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Nebraska doesn’t need a new head coach, but it might want one.
Bo Pelini has led the Cornhuskers to four straight Top 25 finishes in the final AP poll, but the last three seasons have ended with losses in non-BCS bowls.
As a still nationally relevant program, Nebraska can bring in most any coaching candidate it wants. Chris Petersen would be one of the few men whose hiring could be considered an upgrade over Pelini. Petersen could bring Nebraska to a BCS bowl for the first time since the 2002 Rose Bowl.
Don’t expect Pelini to leave Nebraska anytime soon, but if the Cornhuskers continue to plateau like they have in the last three seasons, Petersen could get approached.
Nebraska has five school-recognized national championships, and the last came fairly recently in 1997.
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If Chris Petersen went to Pittsburgh, he would return to a former employer. Petersen was the quarterbacks coach there in 1992.
Pittsburgh might not be a powerhouse today, but try telling that to the early 20th century. The Panthers have nine school-recognized national championships, which is the third-most among current FBS schools (three have 11, which is the second-most). Eight came between 1915 and 1937, and the last one came in 1976. Petersen could be the guy to bring the Panthers back to “powerhouse” level.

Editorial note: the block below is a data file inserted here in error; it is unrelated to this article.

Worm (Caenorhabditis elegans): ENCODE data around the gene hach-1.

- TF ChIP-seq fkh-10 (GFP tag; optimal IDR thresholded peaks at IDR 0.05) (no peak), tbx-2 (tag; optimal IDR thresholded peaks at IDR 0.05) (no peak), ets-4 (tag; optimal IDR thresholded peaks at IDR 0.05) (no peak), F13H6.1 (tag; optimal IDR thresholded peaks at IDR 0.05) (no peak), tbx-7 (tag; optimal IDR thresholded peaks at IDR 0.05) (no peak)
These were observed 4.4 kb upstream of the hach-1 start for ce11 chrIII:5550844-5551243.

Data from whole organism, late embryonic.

Pittsburgh brought in current head coach Paul Chryst in 2012, but Coaches Hot Seat says he already has the 35th-hottest seat in FBS heading into 2013.
A 6-7 season, which included a loss to FCS opponent Youngstown State, will get people wondering if Chryst is the right guy. Also, the Panthers have moved into the ACC, which is more competitive than the Big East.
Pittsburgh shouldn’t go after another new coach after finally seeming to stop its recent coaching carousel, and that’s a big reason why Chryst struggled so much in Year One. Petersen could be someone the Panthers go after if they need to move on from Chryst in the future, though.
The school’s basketball arena is named the Petersen Events Center, so there’s another thing in common; is it a coincidence or a sign?
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The head coach of Texas football has one of the sport’s most desired positions. If Mack Brown leaves the post, then Chris Petersen should get approached to take it.
The 2010s haven’t been kind to Brown and the Longhorns. On the seventh day of the decade, Texas lost to Alabama in the BCS National Championship Game. Every day since then, the Longhorns haven’t maintained their excellence of the 2000s. In fact, 2010 was the program’s worst season since 1997, the year before Brown took over.
Carl Stine of B/R says if Texas wants to move on from Brown, Petersen should be the second-most sought out candidate to replace him.
Petersen has some familiarity with the Texas recruiting pool. A few current Broncos came from the Lone Star State.